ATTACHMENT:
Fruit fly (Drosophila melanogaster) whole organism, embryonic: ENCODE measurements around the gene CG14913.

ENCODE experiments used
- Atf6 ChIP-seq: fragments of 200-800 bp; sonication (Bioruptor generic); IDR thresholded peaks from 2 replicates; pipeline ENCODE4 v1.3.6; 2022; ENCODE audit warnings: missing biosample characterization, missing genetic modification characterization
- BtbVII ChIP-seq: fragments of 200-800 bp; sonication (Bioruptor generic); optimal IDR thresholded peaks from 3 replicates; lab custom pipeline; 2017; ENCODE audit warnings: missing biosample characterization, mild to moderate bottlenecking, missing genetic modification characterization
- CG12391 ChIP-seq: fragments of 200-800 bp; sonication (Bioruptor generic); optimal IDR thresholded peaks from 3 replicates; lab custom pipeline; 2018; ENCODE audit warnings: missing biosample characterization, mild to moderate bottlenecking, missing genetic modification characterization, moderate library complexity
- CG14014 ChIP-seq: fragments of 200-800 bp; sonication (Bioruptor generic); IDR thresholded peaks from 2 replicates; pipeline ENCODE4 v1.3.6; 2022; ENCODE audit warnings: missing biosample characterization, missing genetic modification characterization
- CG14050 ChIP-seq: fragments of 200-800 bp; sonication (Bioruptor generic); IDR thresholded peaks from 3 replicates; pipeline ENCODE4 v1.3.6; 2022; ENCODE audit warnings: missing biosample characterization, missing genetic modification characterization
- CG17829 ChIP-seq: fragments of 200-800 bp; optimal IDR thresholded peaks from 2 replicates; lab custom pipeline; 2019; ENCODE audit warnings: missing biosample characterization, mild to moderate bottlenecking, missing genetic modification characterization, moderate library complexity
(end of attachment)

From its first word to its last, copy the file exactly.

Fruit fly (Drosophila melanogaster) whole organism, embryonic: ENCODE measurements around the gene CG14913.

ENCODE experiments used
- Atf6 ChIP-seq: fragments of 200-800 bp; sonication (Bioruptor generic); IDR thresholded peaks from 2 replicates; pipeline ENCODE4 v1.3.6; 2022; ENCODE audit warnings: missing biosample characterization, missing genetic modification characterization
- BtbVII ChIP-seq: fragments of 200-800 bp; sonication (Bioruptor generic); optimal IDR thresholded peaks from 3 replicates; lab custom pipeline; 2017; ENCODE audit warnings: missing biosample characterization, mild to moderate bottlenecking, missing genetic modification characterization
- CG12391 ChIP-seq: fragments of 200-800 bp; sonication (Bioruptor generic); optimal IDR thresholded peaks from 3 replicates; lab custom pipeline; 2018; ENCODE audit warnings: missing biosample characterization, mild to moderate bottlenecking, missing genetic modification characterization, moderate library complexity
- CG14014 ChIP-seq: fragments of 200-800 bp; sonication (Bioruptor generic); IDR thresholded peaks from 2 replicates; pipeline ENCODE4 v1.3.6; 2022; ENCODE audit warnings: missing biosample characterization, missing genetic modification characterization
- CG14050 ChIP-seq: fragments of 200-800 bp; sonication (Bioruptor generic); IDR thresholded peaks from 3 replicates; pipeline ENCODE4 v1.3.6; 2022; ENCODE audit warnings: missing biosample characterization, missing genetic modification characterization
- CG17829 ChIP-seq: fragments of 200-800 bp; optimal IDR thresholded peaks from 2 replicates; lab custom pipeline; 2019; ENCODE audit warnings: missing biosample characterization, mild to moderate bottlenecking, missing genetic modification characterization, moderate library complexity